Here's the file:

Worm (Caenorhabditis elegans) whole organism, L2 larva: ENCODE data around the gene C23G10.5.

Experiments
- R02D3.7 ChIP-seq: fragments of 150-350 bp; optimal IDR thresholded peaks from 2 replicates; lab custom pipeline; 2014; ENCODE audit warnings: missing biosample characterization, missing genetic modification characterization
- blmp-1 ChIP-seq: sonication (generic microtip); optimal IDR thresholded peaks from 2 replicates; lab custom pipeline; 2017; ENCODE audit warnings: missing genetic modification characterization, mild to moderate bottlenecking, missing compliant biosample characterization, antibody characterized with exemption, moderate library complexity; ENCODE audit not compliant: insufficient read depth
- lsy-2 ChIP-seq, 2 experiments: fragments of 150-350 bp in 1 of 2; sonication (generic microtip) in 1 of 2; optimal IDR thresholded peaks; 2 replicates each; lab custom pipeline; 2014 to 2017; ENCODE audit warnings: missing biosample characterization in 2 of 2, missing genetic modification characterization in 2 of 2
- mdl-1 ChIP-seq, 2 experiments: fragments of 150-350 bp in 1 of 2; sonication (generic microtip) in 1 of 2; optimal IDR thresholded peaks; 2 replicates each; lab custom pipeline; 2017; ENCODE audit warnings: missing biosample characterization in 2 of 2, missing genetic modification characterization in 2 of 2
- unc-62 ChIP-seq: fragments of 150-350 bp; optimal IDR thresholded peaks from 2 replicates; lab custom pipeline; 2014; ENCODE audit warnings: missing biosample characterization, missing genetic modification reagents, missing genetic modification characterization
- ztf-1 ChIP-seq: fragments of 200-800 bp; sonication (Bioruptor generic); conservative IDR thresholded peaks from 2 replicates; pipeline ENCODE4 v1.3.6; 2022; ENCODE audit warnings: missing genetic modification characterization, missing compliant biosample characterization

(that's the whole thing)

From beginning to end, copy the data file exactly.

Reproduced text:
Worm (Caenorhabditis elegans) whole organism, L2 larva: ENCODE data around the gene C23G10.5.

Experiments
- R02D3.7 ChIP-seq: fragments of 150-350 bp; optimal IDR thresholded peaks from 2 replicates; lab custom pipeline; 2014; ENCODE audit warnings: missing biosample characterization, missing genetic modification characterization
- blmp-1 ChIP-seq: sonication (generic microtip); optimal IDR thresholded peaks from 2 replicates; lab custom pipeline; 2017; ENCODE audit warnings: missing genetic modification characterization, mild to moderate bottlenecking, missing compliant biosample characterization, antibody characterized with exemption, moderate library complexity; ENCODE audit not compliant: insufficient read depth
- lsy-2 ChIP-seq, 2 experiments: fragments of 150-350 bp in 1 of 2; sonication (generic microtip) in 1 of 2; optimal IDR thresholded peaks; 2 replicates each; lab custom pipeline; 2014 to 2017; ENCODE audit warnings: missing biosample characterization in 2 of 2, missing genetic modification characterization in 2 of 2
- mdl-1 ChIP-seq, 2 experiments: fragments of 150-350 bp in 1 of 2; sonication (generic microtip) in 1 of 2; optimal IDR thresholded peaks; 2 replicates each; lab custom pipeline; 2017; ENCODE audit warnings: missing biosample characterization in 2 of 2, missing genetic modification characterization in 2 of 2
- unc-62 ChIP-seq: fragments of 150-350 bp; optimal IDR thresholded peaks from 2 replicates; lab custom pipeline; 2014; ENCODE audit warnings: missing biosample characterization, missing genetic modification reagents, missing genetic modification characterization
- ztf-1 ChIP-seq: fragments of 200-800 bp; sonication (Bioruptor generic); conservative IDR thresholded peaks from 2 replicates; pipeline ENCODE4 v1.3.6; 2022; ENCODE audit warnings: missing genetic modification characterization, missing compliant biosample characterization